Eleven countries including Japan, Australia, and Canada signed a trade agreement Thursday known as The Comprehensive and Progressive Agreement for Trans-Pacific Partnership (CPTPP) [text, pdf]. The deal will span a market of nearly 500 million people, making it one of the world’s largest trade agreements.
The CPTPP serves as an update to the Trans-Pacific Partnership [text], the 12-member original agreement which President Trump withdrew from a few days into his presidency last year.
CPTPP countries include Australia, Brunei, Canada, Chile, Japan, Malaysia, Mexico, New Zealand, Peru, Singapore, and Vietnam. Provisions include goods market access, such as agriculture, fish and seafood, forest products, and industrial goods, automotive and auto parts, access to financial services and investment, as well as biotech and labor rights, and environmental protection provisions.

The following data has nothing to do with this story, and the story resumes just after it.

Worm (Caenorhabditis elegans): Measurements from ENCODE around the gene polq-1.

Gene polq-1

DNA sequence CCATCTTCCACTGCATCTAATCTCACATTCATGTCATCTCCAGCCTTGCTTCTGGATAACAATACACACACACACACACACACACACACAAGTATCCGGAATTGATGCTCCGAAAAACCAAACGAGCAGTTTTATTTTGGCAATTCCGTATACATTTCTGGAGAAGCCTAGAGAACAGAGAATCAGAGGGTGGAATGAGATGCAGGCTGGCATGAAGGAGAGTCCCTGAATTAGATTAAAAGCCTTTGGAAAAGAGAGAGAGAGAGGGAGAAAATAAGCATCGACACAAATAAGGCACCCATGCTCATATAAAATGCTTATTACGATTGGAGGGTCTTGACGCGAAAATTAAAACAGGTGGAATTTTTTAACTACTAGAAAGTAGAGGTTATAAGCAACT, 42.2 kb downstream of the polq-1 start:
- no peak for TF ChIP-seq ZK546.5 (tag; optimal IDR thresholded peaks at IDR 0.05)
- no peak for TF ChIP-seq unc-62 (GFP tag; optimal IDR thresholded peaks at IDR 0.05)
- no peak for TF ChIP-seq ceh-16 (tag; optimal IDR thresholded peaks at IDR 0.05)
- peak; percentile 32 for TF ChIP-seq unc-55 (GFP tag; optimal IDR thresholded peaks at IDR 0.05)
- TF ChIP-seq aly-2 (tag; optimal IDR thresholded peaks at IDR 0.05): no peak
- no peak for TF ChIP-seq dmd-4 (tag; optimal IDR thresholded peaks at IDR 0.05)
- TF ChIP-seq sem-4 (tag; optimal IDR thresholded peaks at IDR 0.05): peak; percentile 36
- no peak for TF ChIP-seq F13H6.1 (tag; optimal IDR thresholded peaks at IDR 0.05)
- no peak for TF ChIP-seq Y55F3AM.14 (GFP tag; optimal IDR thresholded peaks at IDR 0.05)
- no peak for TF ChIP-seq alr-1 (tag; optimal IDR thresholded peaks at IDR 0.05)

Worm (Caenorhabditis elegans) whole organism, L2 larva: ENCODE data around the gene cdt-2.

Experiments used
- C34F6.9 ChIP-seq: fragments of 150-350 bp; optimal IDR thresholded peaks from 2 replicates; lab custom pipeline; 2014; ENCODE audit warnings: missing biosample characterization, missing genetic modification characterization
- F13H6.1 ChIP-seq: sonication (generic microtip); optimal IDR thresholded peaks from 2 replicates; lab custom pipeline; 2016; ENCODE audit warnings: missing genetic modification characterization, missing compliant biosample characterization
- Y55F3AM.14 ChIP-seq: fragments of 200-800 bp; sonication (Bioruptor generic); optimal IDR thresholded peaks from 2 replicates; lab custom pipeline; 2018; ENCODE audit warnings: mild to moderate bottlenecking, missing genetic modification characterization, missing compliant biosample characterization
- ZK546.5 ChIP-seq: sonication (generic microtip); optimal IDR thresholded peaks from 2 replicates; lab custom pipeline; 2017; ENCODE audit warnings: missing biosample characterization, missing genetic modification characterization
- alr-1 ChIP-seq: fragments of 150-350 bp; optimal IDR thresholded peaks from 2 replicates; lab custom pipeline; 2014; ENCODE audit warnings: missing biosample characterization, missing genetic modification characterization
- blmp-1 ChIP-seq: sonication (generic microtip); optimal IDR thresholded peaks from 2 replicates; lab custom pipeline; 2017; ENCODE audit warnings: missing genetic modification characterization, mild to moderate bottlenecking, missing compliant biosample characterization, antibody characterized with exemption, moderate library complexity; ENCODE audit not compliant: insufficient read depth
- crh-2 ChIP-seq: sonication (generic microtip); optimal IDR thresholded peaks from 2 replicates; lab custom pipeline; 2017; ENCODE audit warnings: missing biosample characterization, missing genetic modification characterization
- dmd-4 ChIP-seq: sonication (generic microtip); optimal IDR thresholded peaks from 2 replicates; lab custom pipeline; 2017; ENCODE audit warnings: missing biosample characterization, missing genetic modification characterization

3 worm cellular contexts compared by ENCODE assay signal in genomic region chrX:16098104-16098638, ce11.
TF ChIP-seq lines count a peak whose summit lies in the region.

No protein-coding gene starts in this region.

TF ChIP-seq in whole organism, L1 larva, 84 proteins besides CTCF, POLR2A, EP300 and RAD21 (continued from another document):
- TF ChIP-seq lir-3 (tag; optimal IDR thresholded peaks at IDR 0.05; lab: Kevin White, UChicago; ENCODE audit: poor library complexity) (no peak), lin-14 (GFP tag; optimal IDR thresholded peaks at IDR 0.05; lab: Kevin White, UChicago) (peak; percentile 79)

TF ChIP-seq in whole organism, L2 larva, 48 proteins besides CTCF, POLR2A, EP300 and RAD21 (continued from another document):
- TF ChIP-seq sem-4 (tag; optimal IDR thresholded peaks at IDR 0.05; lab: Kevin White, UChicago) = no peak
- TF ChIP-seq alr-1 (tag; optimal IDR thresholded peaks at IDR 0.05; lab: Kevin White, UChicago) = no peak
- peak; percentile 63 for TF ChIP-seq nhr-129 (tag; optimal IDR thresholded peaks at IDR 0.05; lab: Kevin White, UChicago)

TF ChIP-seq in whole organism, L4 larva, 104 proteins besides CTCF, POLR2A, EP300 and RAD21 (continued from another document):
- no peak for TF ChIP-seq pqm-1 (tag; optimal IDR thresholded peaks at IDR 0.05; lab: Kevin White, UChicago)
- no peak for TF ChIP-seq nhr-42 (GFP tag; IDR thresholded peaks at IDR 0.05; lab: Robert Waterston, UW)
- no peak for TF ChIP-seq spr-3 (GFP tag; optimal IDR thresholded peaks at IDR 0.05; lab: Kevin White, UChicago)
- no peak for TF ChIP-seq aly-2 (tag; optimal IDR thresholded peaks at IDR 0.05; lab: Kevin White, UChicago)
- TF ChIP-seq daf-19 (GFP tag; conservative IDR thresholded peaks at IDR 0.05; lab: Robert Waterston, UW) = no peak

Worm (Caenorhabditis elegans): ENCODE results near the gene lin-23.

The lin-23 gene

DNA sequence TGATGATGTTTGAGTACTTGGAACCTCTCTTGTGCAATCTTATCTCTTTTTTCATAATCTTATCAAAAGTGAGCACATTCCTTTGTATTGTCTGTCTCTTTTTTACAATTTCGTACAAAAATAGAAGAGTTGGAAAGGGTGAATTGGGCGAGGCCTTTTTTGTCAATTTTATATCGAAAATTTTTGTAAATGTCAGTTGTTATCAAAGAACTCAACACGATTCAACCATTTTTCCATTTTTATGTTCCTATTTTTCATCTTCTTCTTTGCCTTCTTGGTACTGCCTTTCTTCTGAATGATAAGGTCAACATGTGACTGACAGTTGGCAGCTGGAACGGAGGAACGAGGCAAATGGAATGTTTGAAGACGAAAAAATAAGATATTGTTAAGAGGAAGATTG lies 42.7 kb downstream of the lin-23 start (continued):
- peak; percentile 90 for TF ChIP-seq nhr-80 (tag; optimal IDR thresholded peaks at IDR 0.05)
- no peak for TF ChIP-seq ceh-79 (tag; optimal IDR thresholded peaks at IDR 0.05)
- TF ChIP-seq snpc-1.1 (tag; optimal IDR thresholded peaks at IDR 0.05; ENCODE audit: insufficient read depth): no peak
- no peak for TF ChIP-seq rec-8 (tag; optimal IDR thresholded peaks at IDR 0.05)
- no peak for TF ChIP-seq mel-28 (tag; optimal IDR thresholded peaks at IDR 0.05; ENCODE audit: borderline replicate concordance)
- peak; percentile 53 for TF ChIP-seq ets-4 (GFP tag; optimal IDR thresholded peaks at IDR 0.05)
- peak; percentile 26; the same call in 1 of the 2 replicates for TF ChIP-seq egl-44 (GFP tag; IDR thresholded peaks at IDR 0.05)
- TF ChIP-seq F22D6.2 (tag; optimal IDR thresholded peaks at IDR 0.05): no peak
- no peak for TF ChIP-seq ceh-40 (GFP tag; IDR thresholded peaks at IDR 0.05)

The revised agreement eliminates some requirements the U.S. had negotiated, such as intellectual property protection for pharmaceutical companies.
This sweeping trade deal comes the same day that President Trump announced plans to impose tariffs on aluminum and steel imports [JURIST report].